Risk
12/20/2007
08:11 AM
50%
50%

New Malware Steals Legitimate Ads

Anti-virus software supplier BitDefender discovered a new Trojan , which hijacks Google text advertisements and replaces them with ads from a different provider. The malware, which BitDefender dubbed Trojan.Qhost.WU, modifies a computers' Hosts file (a local storage for domain name /IP address mappings, which is consulted before

Anti-virus software supplier BitDefender discovered a new Trojan , which hijacks Google text advertisements and replaces them with ads from a different provider. The malware, which BitDefender dubbed Trojan.Qhost.WU, modifies a computers' Hosts file (a local storage for domain name /IP address mappings, which is consulted before domain name servers and is considered authoritative). The modified file contains a line that redirects the computer from the legitimate source to an illegitimate one.The new malware underscores how the mindset of hackers has been changing. Whereas they once were pimply face adolescents trying to wreak havoc on the adult world, many are now savvy young businesspersons who view creating malware as a more attractive career path than working for a Fortune 500 company. The largest producers of spam and malware are now criminals who often pocket six and seven figure incomes from their deeds.

The new malware hurts businesses, such as Google, who are counting on ads to increase their coffers. Companies placing Internet advertisements also suffer because their work is not viewed as widely as it could be. Small and medium corporations that are interested in certain products lose out because they are diverted away from primary sources to secondary ones, some of which may not be legitimate. Also, monitoring malware becomes more difficult because these companies now have to ensure that the advertisements users are viewing are legitimate. Who would ever think about worrying about that?

BitDefender has a cure for this Trojan but there is no doubt that others will arise. The lure of easy money is too tempting for this new generation of hackers to ignore.

Comment  | 
Print  | 
More Insights
Register for Dark Reading Newsletters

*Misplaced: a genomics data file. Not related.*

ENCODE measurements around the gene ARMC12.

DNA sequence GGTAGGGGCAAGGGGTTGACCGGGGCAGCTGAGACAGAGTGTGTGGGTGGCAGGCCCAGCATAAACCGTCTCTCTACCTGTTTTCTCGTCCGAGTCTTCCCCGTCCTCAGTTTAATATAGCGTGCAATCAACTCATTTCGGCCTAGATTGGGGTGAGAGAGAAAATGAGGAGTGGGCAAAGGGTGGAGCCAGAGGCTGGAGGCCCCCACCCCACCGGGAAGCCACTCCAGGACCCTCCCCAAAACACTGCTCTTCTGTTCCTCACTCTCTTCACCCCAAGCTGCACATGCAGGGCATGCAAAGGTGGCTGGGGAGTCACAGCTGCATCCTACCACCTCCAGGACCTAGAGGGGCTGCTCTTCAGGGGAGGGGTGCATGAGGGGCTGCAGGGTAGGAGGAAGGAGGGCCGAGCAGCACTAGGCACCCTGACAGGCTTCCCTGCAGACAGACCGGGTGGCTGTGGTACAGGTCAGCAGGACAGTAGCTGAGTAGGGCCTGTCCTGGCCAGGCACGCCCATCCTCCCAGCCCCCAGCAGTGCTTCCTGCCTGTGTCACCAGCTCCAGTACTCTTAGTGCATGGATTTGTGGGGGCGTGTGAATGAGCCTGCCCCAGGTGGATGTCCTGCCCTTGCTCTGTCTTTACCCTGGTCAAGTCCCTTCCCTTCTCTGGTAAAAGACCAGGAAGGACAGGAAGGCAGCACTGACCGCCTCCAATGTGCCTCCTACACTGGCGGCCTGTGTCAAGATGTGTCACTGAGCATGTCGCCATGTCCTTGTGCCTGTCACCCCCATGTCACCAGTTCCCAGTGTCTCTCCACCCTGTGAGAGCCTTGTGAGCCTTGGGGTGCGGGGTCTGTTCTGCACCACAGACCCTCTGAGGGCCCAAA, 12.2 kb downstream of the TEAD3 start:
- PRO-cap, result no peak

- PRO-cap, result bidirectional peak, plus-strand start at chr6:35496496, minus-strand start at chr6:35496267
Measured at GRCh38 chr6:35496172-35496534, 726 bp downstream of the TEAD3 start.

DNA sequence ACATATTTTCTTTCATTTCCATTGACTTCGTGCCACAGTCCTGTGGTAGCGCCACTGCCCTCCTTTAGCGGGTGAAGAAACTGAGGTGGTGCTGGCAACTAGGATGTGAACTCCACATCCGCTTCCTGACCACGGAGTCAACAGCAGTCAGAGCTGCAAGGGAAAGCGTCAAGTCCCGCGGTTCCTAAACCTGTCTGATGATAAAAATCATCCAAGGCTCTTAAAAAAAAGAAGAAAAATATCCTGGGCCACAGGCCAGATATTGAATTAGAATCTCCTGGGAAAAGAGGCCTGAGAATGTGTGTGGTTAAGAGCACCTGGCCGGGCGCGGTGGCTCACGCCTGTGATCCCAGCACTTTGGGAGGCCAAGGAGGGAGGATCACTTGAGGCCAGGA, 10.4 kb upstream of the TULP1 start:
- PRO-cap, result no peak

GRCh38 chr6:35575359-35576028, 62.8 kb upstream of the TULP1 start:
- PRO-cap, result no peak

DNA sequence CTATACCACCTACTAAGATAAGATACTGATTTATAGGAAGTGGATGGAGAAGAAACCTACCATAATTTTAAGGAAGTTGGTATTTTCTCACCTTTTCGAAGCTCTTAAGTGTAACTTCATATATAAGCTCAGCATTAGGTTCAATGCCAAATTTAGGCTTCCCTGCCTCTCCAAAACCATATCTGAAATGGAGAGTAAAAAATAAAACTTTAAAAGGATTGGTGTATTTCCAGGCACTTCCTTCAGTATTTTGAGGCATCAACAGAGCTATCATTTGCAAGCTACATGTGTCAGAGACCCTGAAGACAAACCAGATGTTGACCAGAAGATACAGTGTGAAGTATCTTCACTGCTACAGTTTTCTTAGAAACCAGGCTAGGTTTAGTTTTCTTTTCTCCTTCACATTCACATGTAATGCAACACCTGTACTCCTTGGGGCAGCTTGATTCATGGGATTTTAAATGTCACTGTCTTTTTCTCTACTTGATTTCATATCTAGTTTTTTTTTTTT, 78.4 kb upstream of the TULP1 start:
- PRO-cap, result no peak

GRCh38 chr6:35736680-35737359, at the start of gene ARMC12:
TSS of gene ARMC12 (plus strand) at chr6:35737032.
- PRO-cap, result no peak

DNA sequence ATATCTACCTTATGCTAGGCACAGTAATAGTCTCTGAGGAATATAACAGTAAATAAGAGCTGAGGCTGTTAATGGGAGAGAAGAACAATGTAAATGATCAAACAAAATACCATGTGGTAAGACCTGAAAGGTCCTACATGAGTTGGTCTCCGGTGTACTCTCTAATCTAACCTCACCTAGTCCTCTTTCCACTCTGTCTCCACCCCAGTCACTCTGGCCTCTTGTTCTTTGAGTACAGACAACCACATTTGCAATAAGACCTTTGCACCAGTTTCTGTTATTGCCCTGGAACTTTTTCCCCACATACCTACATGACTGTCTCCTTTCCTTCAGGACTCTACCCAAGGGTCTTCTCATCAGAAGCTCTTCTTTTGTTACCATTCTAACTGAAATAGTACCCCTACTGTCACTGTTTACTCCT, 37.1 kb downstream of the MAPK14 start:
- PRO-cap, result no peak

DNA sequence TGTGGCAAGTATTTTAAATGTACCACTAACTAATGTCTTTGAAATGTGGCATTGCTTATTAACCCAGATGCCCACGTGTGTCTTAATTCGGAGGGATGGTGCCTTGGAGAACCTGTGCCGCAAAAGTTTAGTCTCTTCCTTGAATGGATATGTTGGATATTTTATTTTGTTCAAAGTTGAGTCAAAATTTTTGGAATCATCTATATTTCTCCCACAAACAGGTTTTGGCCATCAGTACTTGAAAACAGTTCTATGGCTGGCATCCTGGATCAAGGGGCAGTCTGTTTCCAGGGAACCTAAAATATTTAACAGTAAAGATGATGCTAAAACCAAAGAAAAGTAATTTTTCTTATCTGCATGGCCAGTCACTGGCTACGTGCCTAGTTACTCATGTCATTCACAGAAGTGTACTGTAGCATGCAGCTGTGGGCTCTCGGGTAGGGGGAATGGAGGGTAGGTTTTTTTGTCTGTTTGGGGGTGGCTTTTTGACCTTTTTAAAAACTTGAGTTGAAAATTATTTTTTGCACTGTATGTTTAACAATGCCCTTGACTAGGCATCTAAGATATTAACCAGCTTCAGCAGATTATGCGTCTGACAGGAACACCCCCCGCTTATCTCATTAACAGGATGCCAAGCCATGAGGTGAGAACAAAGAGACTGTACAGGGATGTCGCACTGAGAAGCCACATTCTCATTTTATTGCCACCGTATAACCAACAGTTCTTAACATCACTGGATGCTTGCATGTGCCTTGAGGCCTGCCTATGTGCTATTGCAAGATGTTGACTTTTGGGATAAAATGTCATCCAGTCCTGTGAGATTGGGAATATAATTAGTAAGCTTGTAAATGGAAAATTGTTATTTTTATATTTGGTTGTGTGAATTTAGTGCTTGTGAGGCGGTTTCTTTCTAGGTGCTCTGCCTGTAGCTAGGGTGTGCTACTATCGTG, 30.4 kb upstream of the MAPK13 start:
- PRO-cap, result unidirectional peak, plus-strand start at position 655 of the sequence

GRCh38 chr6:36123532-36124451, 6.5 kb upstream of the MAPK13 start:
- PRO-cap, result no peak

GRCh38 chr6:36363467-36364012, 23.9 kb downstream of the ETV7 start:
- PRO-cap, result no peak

White Papers
Cartoon
Current Issue
Flash Poll
Video
Slideshows
Twitter Feed
Dark Reading - Bug Report
Bug Report
Enterprise Vulnerabilities
From DHS/US-CERT's National Vulnerability Database
CVE-2013-6501
Published: 2015-03-30
The default soap.wsdl_cache_dir setting in (1) php.ini-production and (2) php.ini-development in PHP through 5.6.7 specifies the /tmp directory, which makes it easier for local users to conduct WSDL injection attacks by creating a file under /tmp with a predictable filename that is used by the get_s...

CVE-2014-9209
Published: 2015-03-30
Untrusted search path vulnerability in the Clean Utility application in Rockwell Automation FactoryTalk Services Platform before 2.71.00 and FactoryTalk View Studio 8.00.00 and earlier allows local users to gain privileges via a Trojan horse DLL in an unspecified directory.

CVE-2014-9652
Published: 2015-03-30
The mconvert function in softmagic.c in file before 5.21, as used in the Fileinfo component in PHP before 5.4.37, 5.5.x before 5.5.21, and 5.6.x before 5.6.5, does not properly handle a certain string-length field during a copy of a truncated version of a Pascal string, which might allow remote atta...

CVE-2014-9653
Published: 2015-03-30
readelf.c in file before 5.22, as used in the Fileinfo component in PHP before 5.4.37, 5.5.x before 5.5.21, and 5.6.x before 5.6.5, does not consider that pread calls sometimes read only a subset of the available data, which allows remote attackers to cause a denial of service (uninitialized memory ...

CVE-2014-9705
Published: 2015-03-30
Heap-based buffer overflow in the enchant_broker_request_dict function in ext/enchant/enchant.c in PHP before 5.4.38, 5.5.x before 5.5.22, and 5.6.x before 5.6.6 allows remote attackers to execute arbitrary code via vectors that trigger creation of multiple dictionaries.

Dark Reading Radio
Archived Dark Reading Radio
Good hackers--aka security researchers--are worried about the possible legal and professional ramifications of President Obama's new proposed crackdown on cyber criminals.